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Scott Esposito

Scott Esposito is the co-author of The End of Oulipo? (with Lauren Elkin; Zero Books, 2013). His writing has appeared recently in Music & Literature, Drunken Boat, and The Point. His criticism appears frequently in the Times Literary Supplement, the San Francisco Chronicle, and The Washington Post.



Articles Available Online


The Last Redoubt

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November 2014

Scott Esposito

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November 2014

As they say of politics, I have found essay-writing to be the art of the possible. Certain work can only be done in those...

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February 2014

Another Way of Thinking

Scott Esposito

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February 2014

I. There is no substitute for that moment when a book places into our mind thoughts we recognise as our...

The titular work of Sadie Benning’s solo exhibition ‘Sleep Rock’ at Camden Arts Centre takes its name from two images contained within it: a large hand clenched around a rock and an old photograph of a woman asleep in bed The woman has entered the ephemeral, fluid state of sleep Her fingers, mirroring the ones that grasp the rock, are closed in on themselves, making a soft, lethargic fist This dualism crystallises the precarious ‘in between’ states of transition and unconsciousness that reoccur throughout Benning’s practice   Sleep Rock is one of 19 new wall-based works (all 2018) which constitute Benning’s first solo show in the UK Incorporating wood, resin, enamel, photographs, hand-drawn imagery and transparencies, the works are a hybrid of painting, photography and sculptural relief Polished, heavy and projecting at least two centimetres from the wall, Benning’s objects have been slowly accreted over time Photographs and drawings are suspended between layers of resin so distinct they cast internal shadows This accumulative process distills and creates relationships: images are read next to, over or through one another All entombed in a reflective resin casing, Benning’s compositions offer up a multitude of associations and the inescapable reflection of your own face   Juxtaposing unsettling, familiar and nostalgic imagery, Benning’s resin vignettes exist on the verge of nightmare In Out of the Bag, lurid orange smiley faces are applied over a cartoonish, purple-grouted brick wall At the very surface of the work sits a vintage photograph of two white cats emerging from a suitcase, with a caption that reads ‘letting the cats out of the bag’ Since the 1960s, the smiley symbol has been adopted as an emblem in advertising, children’s TV, adult comic books, acid house culture and at least one series of murders Set against a brick wall – a familiar backdrop used in live standup comedy – and overlaid with a crude cat joke, they manifest as an ode to enforced, synthetic cheerfulness   Since the late 1980s Benning has been known for their experimental videos, which they began making as a teenager on a Fischer-Price Pixelvision toy camera Often recorded in the artist’s bedroom,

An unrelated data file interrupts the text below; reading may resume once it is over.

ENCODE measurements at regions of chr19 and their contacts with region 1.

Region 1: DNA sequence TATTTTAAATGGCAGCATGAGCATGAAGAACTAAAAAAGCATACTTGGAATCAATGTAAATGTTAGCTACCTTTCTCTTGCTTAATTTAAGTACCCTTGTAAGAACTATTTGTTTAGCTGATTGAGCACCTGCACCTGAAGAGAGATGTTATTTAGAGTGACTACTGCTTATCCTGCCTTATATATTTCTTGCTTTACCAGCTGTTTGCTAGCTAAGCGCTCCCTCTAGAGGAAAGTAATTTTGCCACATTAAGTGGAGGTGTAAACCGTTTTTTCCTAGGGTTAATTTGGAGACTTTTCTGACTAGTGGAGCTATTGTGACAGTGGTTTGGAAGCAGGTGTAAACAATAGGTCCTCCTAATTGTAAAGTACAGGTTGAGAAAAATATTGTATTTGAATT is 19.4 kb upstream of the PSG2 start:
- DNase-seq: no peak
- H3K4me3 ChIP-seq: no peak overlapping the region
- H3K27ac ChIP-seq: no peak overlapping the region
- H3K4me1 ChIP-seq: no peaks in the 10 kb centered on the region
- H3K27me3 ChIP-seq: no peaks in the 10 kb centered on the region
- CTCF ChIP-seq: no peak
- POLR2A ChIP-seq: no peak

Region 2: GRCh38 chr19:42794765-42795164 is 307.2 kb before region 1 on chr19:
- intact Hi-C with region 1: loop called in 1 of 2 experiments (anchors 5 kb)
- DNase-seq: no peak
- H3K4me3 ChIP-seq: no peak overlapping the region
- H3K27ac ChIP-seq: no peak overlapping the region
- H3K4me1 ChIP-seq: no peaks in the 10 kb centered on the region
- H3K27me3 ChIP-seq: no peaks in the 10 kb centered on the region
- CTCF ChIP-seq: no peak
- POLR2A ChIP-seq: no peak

Contributor

August 2014

Scott Esposito

Contributor

August 2014

Scott Esposito is the co-author of The End of Oulipo? (with Lauren Elkin; Zero Books, 2013). His writing has...

Negation: A Response to Lars Iyer's 'Nude in Your Hot Tub'

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September 2012

Scott Esposito

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September 2012

I do not know whether I have anything to say, I know that I am saying nothing; I do not know if what I...
Art's Fading Sway: Russian Ark by Aleksandr Sokurov

Art

May 2012

Scott Esposito

Art

May 2012

I have often fallen asleep in small theatres. It is an embarrassing thing to have happen during one-man shows, and I am certain that...

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Art

Issue No. 8

A Fictive Retrospective of the Bruce High Quality Foundation

Legacy Russell

Art

Issue No. 8

Here are some details of art history that may or may not be true:   In 2008 I was...

Interview

December 2011

Interview with David Graeber

Ellen Evans & Jon Moses

Interview

December 2011

Six months ago, while preparing to interview David Graeber, I decided to conduct some brief internet research on the...

fiction

May 2017

Gloria

Aaron Peck

fiction

May 2017

Bernard, whenever he thought of Geoffrey, would remember his gait on the afternoon of their first meeting. Geoffrey walked...

 

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